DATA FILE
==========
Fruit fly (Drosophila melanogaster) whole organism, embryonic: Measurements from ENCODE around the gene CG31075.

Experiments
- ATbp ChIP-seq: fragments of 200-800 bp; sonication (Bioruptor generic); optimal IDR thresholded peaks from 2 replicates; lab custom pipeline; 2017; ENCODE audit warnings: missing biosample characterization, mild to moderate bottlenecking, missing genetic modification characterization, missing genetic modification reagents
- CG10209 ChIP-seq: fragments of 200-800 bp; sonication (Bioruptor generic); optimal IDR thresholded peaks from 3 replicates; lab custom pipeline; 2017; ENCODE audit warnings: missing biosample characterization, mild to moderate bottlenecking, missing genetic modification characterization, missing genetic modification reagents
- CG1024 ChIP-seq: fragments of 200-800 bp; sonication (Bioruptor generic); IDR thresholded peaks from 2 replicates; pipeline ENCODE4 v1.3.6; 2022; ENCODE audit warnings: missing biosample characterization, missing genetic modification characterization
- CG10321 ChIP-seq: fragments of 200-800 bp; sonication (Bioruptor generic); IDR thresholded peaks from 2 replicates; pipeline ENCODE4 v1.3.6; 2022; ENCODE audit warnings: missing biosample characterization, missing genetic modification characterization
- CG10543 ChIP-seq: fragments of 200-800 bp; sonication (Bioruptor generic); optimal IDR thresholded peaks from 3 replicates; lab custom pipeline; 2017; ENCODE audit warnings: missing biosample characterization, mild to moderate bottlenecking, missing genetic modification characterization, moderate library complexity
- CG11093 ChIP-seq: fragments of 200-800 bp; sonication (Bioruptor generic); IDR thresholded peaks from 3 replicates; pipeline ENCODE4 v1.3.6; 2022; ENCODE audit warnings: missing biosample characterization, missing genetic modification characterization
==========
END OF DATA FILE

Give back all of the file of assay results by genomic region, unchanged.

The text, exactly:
Fruit fly (Drosophila melanogaster) whole organism, embryonic: Measurements from ENCODE around the gene CG31075.

Experiments
- ATbp ChIP-seq: fragments of 200-800 bp; sonication (Bioruptor generic); optimal IDR thresholded peaks from 2 replicates; lab custom pipeline; 2017; ENCODE audit warnings: missing biosample characterization, mild to moderate bottlenecking, missing genetic modification characterization, missing genetic modification reagents
- CG10209 ChIP-seq: fragments of 200-800 bp; sonication (Bioruptor generic); optimal IDR thresholded peaks from 3 replicates; lab custom pipeline; 2017; ENCODE audit warnings: missing biosample characterization, mild to moderate bottlenecking, missing genetic modification characterization, missing genetic modification reagents
- CG1024 ChIP-seq: fragments of 200-800 bp; sonication (Bioruptor generic); IDR thresholded peaks from 2 replicates; pipeline ENCODE4 v1.3.6; 2022; ENCODE audit warnings: missing biosample characterization, missing genetic modification characterization
- CG10321 ChIP-seq: fragments of 200-800 bp; sonication (Bioruptor generic); IDR thresholded peaks from 2 replicates; pipeline ENCODE4 v1.3.6; 2022; ENCODE audit warnings: missing biosample characterization, missing genetic modification characterization
- CG10543 ChIP-seq: fragments of 200-800 bp; sonication (Bioruptor generic); optimal IDR thresholded peaks from 3 replicates; lab custom pipeline; 2017; ENCODE audit warnings: missing biosample characterization, mild to moderate bottlenecking, missing genetic modification characterization, moderate library complexity
- CG11093 ChIP-seq: fragments of 200-800 bp; sonication (Bioruptor generic); IDR thresholded peaks from 3 replicates; pipeline ENCODE4 v1.3.6; 2022; ENCODE audit warnings: missing biosample characterization, missing genetic modification characterization